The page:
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Error Checking - Can I bypass certain sections of code?

 
Ryan Wamsat
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Please forgive me if this is overly basic, I'm trying to teach myself to program in Java and I've recently started. To that end, I've written the following simple number guessing game.
At this point, I'm trying to figure out how to error check the user's input. For example, if the chosen game is Easy, the values are between 1 and 10. If the user guess is 11 or above, I want to print an error stating the fact and deduct a try.
From there it should give the user an opportunity to guess again without running that poorly chosen guess through the game (and thereby deducting yet another point).

I'm aware that I could put this Error Checking section within the Game Input Evaluation section.... but, I'm afraid that by making too many nested if conditions, my code will become unreadable.

Any help or suggestions would be appreciated.


 
Winston Gutkowski
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Ryan Wamsat wrote:From there it should give the user an opportunity to guess again without running that poorly chosen guess through the game (and thereby deducting yet another point)...

I think what you're looking for is continue. It's another form of loop control, like break (which drops out of a loop immediately), except that it says "skip the rest of the code in this loop and continue with the next iteration". However, there is another (and probably better) alternative: put your "error checking" and "game input evaluation" sections into methods.

Winston
 
Ryan Wamsat
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Winston Gutkowski wrote:I think what you're looking for is continue. It's another form of loop control, like break (which drops out of a loop immediately), except that it says "skip the rest of the code in this loop and continue with the next iteration". However, there is another (and probably better) alternative: put your "error checking" and "game input evaluation" sections into methods.



Thank you. The continue function was exactly what I was looking for. I will try putting these into methods (as suggested) in the next version of this game.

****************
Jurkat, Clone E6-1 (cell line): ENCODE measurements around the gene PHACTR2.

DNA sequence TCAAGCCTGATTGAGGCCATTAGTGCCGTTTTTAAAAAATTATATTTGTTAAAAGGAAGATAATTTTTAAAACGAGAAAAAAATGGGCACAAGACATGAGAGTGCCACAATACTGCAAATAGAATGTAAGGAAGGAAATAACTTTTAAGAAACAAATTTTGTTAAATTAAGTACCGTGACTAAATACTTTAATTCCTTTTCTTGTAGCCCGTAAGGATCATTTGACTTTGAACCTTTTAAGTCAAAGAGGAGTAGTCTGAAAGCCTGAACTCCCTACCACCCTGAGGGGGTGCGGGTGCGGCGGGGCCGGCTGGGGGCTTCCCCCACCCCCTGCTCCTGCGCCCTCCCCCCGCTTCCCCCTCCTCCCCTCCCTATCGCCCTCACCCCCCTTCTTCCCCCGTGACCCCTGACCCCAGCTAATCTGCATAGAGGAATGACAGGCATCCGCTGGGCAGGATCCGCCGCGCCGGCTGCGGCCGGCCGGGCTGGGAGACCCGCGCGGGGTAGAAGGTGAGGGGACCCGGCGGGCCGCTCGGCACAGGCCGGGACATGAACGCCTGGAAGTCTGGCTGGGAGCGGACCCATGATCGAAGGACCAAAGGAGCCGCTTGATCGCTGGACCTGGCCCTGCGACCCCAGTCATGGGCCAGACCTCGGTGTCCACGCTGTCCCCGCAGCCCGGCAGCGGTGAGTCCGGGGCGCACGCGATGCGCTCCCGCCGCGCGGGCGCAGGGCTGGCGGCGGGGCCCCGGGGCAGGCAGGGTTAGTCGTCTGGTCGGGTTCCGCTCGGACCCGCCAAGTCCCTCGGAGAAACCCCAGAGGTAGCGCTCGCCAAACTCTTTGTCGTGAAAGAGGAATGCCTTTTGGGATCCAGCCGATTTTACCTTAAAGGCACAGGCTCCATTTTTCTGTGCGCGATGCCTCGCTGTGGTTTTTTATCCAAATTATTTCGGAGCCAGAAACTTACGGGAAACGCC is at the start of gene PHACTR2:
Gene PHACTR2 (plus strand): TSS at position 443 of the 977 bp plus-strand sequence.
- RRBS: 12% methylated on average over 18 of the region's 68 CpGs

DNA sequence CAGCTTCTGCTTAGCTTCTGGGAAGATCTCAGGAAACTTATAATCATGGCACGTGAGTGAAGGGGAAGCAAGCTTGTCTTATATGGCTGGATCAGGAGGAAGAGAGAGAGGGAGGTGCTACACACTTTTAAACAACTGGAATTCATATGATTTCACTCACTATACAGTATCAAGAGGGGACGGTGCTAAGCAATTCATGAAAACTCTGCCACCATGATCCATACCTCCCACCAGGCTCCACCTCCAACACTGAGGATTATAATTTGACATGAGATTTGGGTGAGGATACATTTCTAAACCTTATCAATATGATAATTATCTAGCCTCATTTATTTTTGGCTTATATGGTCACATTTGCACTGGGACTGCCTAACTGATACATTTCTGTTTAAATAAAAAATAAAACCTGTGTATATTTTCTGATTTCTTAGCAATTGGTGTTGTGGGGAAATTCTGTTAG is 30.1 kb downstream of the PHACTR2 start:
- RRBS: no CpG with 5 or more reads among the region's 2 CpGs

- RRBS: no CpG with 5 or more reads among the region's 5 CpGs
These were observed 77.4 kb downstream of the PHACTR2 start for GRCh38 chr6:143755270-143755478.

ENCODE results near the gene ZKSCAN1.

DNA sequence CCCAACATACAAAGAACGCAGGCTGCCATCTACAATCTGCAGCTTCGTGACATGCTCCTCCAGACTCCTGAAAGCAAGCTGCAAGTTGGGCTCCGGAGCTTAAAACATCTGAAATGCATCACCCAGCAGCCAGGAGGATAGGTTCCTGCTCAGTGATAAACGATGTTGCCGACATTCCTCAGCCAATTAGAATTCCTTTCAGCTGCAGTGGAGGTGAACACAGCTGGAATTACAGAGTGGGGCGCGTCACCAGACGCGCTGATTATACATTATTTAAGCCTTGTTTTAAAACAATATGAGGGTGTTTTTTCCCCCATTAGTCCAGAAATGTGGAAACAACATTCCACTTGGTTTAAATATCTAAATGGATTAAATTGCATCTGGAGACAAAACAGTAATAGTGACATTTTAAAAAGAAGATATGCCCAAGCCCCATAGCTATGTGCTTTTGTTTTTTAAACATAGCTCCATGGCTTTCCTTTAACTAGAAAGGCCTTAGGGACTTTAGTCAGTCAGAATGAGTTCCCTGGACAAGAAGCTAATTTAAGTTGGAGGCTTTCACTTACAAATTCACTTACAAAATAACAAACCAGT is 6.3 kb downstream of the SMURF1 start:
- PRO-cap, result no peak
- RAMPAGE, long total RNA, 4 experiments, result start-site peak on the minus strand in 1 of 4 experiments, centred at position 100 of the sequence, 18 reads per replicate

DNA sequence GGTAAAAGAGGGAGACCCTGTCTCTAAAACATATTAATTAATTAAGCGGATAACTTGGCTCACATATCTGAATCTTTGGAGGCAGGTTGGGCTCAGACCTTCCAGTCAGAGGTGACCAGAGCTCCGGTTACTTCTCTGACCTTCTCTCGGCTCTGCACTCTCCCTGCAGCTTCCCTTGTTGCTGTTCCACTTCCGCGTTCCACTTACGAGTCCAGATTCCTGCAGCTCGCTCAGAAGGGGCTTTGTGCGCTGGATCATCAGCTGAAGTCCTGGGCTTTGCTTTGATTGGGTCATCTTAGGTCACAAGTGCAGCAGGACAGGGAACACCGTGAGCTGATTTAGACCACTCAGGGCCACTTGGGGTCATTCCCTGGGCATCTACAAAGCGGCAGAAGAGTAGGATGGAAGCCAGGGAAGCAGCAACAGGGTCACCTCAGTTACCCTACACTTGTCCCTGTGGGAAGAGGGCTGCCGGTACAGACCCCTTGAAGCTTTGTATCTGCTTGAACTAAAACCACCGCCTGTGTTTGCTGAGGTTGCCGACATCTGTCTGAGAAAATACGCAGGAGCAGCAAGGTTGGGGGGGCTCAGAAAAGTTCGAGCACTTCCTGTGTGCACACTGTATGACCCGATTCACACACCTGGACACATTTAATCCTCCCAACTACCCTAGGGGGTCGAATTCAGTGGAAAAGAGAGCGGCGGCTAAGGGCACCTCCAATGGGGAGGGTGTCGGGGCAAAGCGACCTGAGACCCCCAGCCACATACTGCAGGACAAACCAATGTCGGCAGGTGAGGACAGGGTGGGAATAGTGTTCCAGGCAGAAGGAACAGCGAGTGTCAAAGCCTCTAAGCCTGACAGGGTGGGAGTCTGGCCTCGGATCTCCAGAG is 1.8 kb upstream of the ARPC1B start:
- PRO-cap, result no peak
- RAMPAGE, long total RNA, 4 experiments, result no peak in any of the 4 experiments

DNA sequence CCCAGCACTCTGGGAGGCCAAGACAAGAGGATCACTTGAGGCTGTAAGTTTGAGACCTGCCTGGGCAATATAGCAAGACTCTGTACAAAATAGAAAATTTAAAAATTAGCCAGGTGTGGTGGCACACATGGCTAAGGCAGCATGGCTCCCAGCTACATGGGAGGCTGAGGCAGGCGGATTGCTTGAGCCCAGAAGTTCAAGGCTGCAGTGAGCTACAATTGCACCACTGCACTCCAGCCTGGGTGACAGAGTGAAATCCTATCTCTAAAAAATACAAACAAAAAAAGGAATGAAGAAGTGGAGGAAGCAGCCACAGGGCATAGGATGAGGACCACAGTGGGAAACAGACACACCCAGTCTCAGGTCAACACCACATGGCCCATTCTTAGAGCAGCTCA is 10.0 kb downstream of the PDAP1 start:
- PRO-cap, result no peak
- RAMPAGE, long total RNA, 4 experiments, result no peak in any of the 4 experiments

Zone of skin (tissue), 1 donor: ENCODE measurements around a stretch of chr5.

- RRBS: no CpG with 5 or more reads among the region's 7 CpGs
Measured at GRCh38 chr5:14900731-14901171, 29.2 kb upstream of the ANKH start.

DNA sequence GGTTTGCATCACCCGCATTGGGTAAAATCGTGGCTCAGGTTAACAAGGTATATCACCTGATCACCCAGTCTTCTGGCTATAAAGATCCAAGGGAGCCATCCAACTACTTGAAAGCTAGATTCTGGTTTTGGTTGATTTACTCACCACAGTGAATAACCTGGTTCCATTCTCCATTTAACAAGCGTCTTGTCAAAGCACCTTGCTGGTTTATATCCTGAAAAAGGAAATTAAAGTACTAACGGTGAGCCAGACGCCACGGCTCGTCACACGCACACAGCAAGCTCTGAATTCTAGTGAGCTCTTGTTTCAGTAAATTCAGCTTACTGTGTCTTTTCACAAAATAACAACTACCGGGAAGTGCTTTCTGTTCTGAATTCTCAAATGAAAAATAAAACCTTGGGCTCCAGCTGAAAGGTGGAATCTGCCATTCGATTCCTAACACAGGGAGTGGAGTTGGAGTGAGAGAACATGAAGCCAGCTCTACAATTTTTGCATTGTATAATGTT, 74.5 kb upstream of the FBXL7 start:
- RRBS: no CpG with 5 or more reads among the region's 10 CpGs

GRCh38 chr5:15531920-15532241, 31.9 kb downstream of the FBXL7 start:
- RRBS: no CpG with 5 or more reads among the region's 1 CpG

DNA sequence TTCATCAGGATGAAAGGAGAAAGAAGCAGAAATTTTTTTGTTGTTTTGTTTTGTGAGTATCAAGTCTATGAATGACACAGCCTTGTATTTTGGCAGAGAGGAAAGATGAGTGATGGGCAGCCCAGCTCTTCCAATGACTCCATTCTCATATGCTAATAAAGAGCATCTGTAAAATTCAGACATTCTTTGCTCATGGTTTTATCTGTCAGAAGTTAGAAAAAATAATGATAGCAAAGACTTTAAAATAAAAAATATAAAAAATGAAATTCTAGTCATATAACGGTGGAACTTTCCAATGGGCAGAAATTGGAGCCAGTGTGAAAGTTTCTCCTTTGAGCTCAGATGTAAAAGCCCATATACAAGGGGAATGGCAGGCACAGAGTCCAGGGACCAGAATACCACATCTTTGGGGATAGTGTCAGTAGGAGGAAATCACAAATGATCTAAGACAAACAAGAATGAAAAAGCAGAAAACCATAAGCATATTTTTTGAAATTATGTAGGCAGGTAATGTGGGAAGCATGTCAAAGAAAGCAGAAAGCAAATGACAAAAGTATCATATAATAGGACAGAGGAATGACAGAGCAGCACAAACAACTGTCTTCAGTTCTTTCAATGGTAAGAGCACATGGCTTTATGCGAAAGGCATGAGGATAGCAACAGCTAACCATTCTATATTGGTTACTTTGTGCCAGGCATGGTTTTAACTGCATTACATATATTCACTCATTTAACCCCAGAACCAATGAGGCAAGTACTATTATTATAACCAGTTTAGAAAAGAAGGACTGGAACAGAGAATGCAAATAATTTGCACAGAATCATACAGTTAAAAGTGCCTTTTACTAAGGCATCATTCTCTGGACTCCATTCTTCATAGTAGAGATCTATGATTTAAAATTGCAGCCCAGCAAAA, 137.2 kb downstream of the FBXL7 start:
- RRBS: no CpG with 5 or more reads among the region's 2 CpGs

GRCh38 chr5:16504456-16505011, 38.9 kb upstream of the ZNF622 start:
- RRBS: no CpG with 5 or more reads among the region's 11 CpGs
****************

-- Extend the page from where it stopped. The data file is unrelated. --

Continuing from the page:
I appreciate your taking the time to answer such basic questions.

Ryan
 
Winston Gutkowski
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Ryan Wamsat wrote:I appreciate your taking the time to answer such basic questions.

No probs. We were all where you are once, and questions are only basic if you know the answer.

Winston
 
Stuart A. Burkett
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Just out of interest - why didn't you use an else like you have done with all your other tests ?
 
Ryan Wamsat
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Stuart A. Burkett wrote:Just out of interest - why didn't you use an else like you have done with all your other tests ?


I didn't see the need. I only needed to error check the two conditions: higher than or less than defined parameters.
So, I used an if statement with the or pipes to check whether either condition is true. Plus, I wanted to see how that worked.

If you have an alternative suggestion, I'm willing to learn.

Thanks,
Ryan
 
Ryan Wamsat
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Winston Gutkowski wrote:However, there is another (and probably better) alternative: put your "error checking" and "game input evaluation" sections into methods.


Ok, I've been racking my brain on how to go about doing this. And, I've come up with nothing.
It would seem that I have to:
1. Call the Game() method.
2. Get the user's input.
3. Call the Error_Checking() method (and therefore exit the Game() method)
4. Assuming the guess was valid, I would have to re-enter the Game() method in the area where I exited before.

I'm sure there's a way to go about this, but I haven't a clue where to begin. Suggestions or links to a similar concept would be greatly appreciated.

 
Stuart A. Burkett
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Ryan Wamsat wrote:I didn't see the need.

Well, it would have fixed the problem you were having.

Ryan Wamsat wrote:If the user guess is 11 or above, I want to print an error stating the fact and deduct a try.
From there it should give the user an opportunity to guess again without running that poorly chosen guess through the game (and thereby deducting yet another point).


Note the else I've added on line 6
 
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